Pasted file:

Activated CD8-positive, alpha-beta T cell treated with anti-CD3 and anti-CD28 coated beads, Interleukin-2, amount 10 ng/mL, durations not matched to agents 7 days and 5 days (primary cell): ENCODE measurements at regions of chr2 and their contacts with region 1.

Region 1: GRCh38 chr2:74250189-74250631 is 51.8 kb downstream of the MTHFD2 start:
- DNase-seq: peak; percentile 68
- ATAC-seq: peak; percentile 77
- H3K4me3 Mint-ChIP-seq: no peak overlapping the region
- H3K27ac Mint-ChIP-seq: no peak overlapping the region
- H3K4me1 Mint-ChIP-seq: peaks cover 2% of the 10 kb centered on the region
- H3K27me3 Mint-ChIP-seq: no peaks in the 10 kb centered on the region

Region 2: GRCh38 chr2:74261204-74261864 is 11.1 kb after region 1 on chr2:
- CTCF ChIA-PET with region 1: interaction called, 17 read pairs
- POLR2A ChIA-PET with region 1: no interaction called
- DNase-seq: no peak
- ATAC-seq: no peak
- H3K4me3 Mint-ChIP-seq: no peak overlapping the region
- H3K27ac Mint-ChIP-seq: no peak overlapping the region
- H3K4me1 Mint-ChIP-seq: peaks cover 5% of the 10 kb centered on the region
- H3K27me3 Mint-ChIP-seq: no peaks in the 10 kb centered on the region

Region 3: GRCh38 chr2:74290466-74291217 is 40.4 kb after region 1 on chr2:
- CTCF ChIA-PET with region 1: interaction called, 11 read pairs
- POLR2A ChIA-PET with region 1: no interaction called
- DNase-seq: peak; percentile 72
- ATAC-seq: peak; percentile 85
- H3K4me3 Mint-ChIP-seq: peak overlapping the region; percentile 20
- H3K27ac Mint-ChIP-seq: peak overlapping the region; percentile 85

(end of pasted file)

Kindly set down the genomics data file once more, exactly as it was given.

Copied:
Activated CD8-positive, alpha-beta T cell treated with anti-CD3 and anti-CD28 coated beads, Interleukin-2, amount 10 ng/mL, durations not matched to agents 7 days and 5 days (primary cell): ENCODE measurements at regions of chr2 and their contacts with region 1.

Region 1: GRCh38 chr2:74250189-74250631 is 51.8 kb downstream of the MTHFD2 start:
- DNase-seq: peak; percentile 68
- ATAC-seq: peak; percentile 77
- H3K4me3 Mint-ChIP-seq: no peak overlapping the region
- H3K27ac Mint-ChIP-seq: no peak overlapping the region
- H3K4me1 Mint-ChIP-seq: peaks cover 2% of the 10 kb centered on the region
- H3K27me3 Mint-ChIP-seq: no peaks in the 10 kb centered on the region

Region 2: GRCh38 chr2:74261204-74261864 is 11.1 kb after region 1 on chr2:
- CTCF ChIA-PET with region 1: interaction called, 17 read pairs
- POLR2A ChIA-PET with region 1: no interaction called
- DNase-seq: no peak
- ATAC-seq: no peak
- H3K4me3 Mint-ChIP-seq: no peak overlapping the region
- H3K27ac Mint-ChIP-seq: no peak overlapping the region
- H3K4me1 Mint-ChIP-seq: peaks cover 5% of the 10 kb centered on the region
- H3K27me3 Mint-ChIP-seq: no peaks in the 10 kb centered on the region

Region 3: GRCh38 chr2:74290466-74291217 is 40.4 kb after region 1 on chr2:
- CTCF ChIA-PET with region 1: interaction called, 11 read pairs
- POLR2A ChIA-PET with region 1: no interaction called
- DNase-seq: peak; percentile 72
- ATAC-seq: peak; percentile 85
- H3K4me3 Mint-ChIP-seq: peak overlapping the region; percentile 20
- H3K27ac Mint-ChIP-seq: peak overlapping the region; percentile 85